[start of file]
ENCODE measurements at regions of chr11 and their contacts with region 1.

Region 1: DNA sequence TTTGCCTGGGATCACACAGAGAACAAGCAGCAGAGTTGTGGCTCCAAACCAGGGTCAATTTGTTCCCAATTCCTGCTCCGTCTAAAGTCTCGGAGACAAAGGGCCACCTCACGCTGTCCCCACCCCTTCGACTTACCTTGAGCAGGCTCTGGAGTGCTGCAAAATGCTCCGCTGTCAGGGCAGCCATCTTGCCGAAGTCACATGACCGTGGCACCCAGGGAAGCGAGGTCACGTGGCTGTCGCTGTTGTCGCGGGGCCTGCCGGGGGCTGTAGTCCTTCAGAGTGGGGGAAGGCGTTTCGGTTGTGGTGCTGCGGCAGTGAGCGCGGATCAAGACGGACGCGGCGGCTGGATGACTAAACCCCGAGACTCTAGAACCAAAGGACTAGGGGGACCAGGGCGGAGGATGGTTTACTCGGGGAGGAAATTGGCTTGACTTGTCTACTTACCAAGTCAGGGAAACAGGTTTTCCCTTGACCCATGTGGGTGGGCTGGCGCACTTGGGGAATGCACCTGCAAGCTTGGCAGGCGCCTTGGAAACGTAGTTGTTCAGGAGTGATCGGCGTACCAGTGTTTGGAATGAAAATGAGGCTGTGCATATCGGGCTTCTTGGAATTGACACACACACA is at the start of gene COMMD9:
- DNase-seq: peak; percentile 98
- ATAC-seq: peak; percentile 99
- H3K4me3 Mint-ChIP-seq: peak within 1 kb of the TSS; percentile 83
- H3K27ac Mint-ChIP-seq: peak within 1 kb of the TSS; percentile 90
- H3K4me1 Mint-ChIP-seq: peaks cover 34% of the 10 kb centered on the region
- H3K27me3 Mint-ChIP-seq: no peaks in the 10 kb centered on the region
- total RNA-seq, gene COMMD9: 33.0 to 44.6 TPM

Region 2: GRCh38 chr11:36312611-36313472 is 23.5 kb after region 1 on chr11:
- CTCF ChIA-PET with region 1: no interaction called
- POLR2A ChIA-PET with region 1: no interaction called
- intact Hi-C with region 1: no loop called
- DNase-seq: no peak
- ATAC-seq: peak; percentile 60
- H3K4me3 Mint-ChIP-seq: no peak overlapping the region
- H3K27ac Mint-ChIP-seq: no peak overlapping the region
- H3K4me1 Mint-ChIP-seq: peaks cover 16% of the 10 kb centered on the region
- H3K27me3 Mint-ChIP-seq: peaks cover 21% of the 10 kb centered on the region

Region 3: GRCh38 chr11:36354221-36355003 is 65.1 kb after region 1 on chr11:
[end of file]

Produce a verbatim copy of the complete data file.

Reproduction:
ENCODE measurements at regions of chr11 and their contacts with region 1.

Region 1: DNA sequence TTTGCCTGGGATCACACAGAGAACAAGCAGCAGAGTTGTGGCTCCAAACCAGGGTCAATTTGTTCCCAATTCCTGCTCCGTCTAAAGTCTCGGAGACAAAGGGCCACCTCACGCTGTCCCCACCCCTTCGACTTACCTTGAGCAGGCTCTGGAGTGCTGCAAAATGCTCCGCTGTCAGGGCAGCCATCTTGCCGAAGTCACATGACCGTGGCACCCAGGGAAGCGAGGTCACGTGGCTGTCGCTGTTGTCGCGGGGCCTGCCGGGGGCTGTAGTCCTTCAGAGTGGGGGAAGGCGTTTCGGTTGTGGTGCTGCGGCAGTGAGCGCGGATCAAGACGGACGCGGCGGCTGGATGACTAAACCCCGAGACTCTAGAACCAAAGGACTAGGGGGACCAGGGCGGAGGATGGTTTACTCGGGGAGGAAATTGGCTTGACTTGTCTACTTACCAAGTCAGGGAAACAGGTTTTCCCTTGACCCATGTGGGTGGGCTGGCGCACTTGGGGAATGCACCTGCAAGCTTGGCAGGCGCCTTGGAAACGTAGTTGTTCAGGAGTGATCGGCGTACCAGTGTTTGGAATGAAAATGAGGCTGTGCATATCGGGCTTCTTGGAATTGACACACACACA is at the start of gene COMMD9:
- DNase-seq: peak; percentile 98
- ATAC-seq: peak; percentile 99
- H3K4me3 Mint-ChIP-seq: peak within 1 kb of the TSS; percentile 83
- H3K27ac Mint-ChIP-seq: peak within 1 kb of the TSS; percentile 90
- H3K4me1 Mint-ChIP-seq: peaks cover 34% of the 10 kb centered on the region
- H3K27me3 Mint-ChIP-seq: no peaks in the 10 kb centered on the region
- total RNA-seq, gene COMMD9: 33.0 to 44.6 TPM

Region 2: GRCh38 chr11:36312611-36313472 is 23.5 kb after region 1 on chr11:
- CTCF ChIA-PET with region 1: no interaction called
- POLR2A ChIA-PET with region 1: no interaction called
- intact Hi-C with region 1: no loop called
- DNase-seq: no peak
- ATAC-seq: peak; percentile 60
- H3K4me3 Mint-ChIP-seq: no peak overlapping the region
- H3K27ac Mint-ChIP-seq: no peak overlapping the region
- H3K4me1 Mint-ChIP-seq: peaks cover 16% of the 10 kb centered on the region
- H3K27me3 Mint-ChIP-seq: peaks cover 21% of the 10 kb centered on the region

Region 3: GRCh38 chr11:36354221-36355003 is 65.1 kb after region 1 on chr11: